This manuscript is an example of the way in which writing and literary were essentially being embraced by the laity and middle class. The concept of the individual, or group of individuals was being assessed by many of her contemporaries in other parts of Europe, and she takes up the challenge, but in the way of using the stories of women. This shift of content, of aspects of reality and essential problems with how women were perceived in her book. This copy of her book provides a revolutionary point in women being writers, and the importance that they could receive. To me, her text truly can be read as one of the first feminist texts of its time, and as the basis for future feminist writers as well. Her literature was truly bounds before any other writer and thinker, bringing up ideas so out of place to when she was living. The copy of her writing in this manuscript allows a way in which to see her writing as it would have been seen in the middle ages, and to me really shows how much of a progressive and individual woman she truly was, and how starkly different her message and content was from other writers.


Sources:

Nobert Woiff and Ingo Walther, Codices Illustres/Masterpieces of Illumination: The World's Most Famous Illuminated Manuscripts (Taschen, 2007): 260-263.

http://gallica.bnf.fr/ark:/12148/btv1b6000102v.

8 comments:

  1. Christine de Pizan’s “The Book of the City of Ladies” is fascinating for a variety of reasons. The most obvious being it was written by a woman but also that it became well known. Pizan’s efforts to create a positive perception of women in a time where men believed themselves to be superior is admirable and gives an interesting perspective on medieval gender roles. Pizan’s perspective is obviously fairly liberal, this is especially true considering it was written around 1405.
    The book is strongly influenced by Christianity, Pizan’s makes the Virgin Queen of the City of Ladies, but the women being written about were not just Christian, they were also Pagan and Jewish. These women came from history, mythology, literature, and the Bible. Pizan also doesn’t consider class in her imagined city; she defines “lady” as a woman of noble spirit and not just noble birth. Women in the book were also written about in a positive light, such as women being expected to act as positive example for other women in various ways. Through out the book a lot of other important subjects are touched upon such as the matter of women being educated as men were. It was a revolutionary idea considering women weren’t often able to get the same education men were.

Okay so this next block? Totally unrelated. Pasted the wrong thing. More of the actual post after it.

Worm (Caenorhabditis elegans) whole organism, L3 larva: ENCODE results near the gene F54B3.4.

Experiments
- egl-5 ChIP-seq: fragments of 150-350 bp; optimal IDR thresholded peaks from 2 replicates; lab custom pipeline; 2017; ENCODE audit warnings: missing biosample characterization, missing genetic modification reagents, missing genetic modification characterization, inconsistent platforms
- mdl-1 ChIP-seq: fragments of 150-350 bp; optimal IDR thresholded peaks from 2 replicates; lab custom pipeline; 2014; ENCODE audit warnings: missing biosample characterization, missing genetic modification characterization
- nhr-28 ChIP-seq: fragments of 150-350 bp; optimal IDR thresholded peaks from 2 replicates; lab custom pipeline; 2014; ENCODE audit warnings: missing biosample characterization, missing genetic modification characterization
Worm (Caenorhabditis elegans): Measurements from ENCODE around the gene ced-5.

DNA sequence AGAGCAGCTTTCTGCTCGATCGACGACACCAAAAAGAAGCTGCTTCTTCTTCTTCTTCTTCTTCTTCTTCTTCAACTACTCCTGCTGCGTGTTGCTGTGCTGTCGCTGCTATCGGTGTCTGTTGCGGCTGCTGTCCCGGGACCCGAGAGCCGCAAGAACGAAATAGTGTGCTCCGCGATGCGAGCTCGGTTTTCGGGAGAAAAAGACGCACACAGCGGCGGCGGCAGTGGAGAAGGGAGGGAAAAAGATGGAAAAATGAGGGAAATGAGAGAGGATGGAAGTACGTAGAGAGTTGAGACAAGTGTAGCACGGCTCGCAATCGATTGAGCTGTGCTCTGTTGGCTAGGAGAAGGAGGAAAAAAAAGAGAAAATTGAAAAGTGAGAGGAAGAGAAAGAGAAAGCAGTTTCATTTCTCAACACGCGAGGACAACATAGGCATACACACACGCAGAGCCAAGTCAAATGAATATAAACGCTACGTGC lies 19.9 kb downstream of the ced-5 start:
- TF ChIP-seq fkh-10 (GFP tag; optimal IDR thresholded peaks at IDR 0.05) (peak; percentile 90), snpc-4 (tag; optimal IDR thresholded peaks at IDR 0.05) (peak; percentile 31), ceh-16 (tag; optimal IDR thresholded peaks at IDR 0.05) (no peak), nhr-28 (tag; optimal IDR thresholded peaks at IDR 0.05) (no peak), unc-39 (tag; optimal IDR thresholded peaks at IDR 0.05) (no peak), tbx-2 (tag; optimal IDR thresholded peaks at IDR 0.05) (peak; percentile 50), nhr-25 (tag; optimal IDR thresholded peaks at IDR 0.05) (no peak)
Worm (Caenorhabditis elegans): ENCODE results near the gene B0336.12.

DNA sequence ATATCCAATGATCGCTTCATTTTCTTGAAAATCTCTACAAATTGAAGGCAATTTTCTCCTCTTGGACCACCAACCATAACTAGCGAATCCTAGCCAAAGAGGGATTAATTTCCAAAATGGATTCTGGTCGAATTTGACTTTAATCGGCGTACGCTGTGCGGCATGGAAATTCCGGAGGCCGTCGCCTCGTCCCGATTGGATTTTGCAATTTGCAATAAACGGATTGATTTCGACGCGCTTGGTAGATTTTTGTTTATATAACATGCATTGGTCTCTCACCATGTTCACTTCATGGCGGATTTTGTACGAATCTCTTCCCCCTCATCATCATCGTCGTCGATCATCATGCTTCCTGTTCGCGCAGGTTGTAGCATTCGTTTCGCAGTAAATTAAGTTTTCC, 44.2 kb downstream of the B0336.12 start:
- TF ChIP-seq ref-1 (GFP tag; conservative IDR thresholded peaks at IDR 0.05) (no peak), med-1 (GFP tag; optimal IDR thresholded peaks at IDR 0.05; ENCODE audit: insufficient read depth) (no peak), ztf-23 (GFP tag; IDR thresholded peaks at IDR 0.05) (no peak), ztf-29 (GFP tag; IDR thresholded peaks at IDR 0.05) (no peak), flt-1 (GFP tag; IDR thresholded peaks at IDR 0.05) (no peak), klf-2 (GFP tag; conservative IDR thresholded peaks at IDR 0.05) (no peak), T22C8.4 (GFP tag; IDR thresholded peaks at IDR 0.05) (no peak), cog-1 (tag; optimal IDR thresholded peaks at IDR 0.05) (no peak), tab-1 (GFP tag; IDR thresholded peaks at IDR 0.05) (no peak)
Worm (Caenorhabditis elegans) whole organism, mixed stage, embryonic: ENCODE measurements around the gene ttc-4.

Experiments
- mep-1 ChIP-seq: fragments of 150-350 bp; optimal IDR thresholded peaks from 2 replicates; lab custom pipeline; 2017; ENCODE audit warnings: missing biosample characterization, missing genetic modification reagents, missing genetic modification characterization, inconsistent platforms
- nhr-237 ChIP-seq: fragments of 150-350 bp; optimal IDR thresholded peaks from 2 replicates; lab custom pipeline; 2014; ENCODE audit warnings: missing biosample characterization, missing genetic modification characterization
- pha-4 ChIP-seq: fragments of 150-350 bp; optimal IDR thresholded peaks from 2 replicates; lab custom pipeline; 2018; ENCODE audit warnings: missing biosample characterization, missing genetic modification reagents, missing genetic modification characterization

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  2. The Book of the City of Ladies is an interesting perspective in a climate where the fame of educated people belonged almost entirely to men. It is interesting to me that one of Christine de Pizan’s most famous works is a book depicting women’s past important contributions to society. Although still quite conservative in content, emphasizing chastity and virtue as to tools of a woman to insert herself into a man’s society, she creates a world filled entirely with woman, which was a new and important step in forging a greater appreciation of women from this period on. Christine de Pizan even wrote a criticism on the Roman de la Rose disapproving of its misogynistic undertones and lack of clear moral guidance regarding pursuing women, or the” Rose”, in a courtly manner. Like the Roman de la Rose, and a common literary technique at that time, the Book of the City of Ladies uses allegorical figures to express ideas. She then engages with personified Reason, Justice, and Honesty from the perspective of a woman, to highlight their importance in society. Although not a “feminist” in the sense that we would use the term today, The Book of the City of Ladies was instrumental in getting a woman’s voice recognized in society. Established in and accepted by the noble courts, and the more general lay public, Christine de Pizan effectively countered men’s often negative depictions of women in literature and brought women to the public as figures to be respected and appreciated which I think is a very cool and important feat in history.

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  3. It's interesting to me that Christine De Pizan wrote Le Livre de la Cite des Dames in reaction to Guillaume de Lorris and Jean de Meun's Roman de la Rose. In the latter work of French vernacular literature, the "rose" often serves as the name of the lady, or as a symbolic connection to female sexuality (an exercise in semiotics). Pizan was not the only critic; historian Johan Huizinga writes in "The Waning of the Middle Ages," "It is astonishing that the Church, which so rigorously repressed the slightest deviations from dogma of a speculative character, suffered the teaching of this breviary of the aristocracy (for the Roman de la Rose was nothing else) to be disseminated with impunity."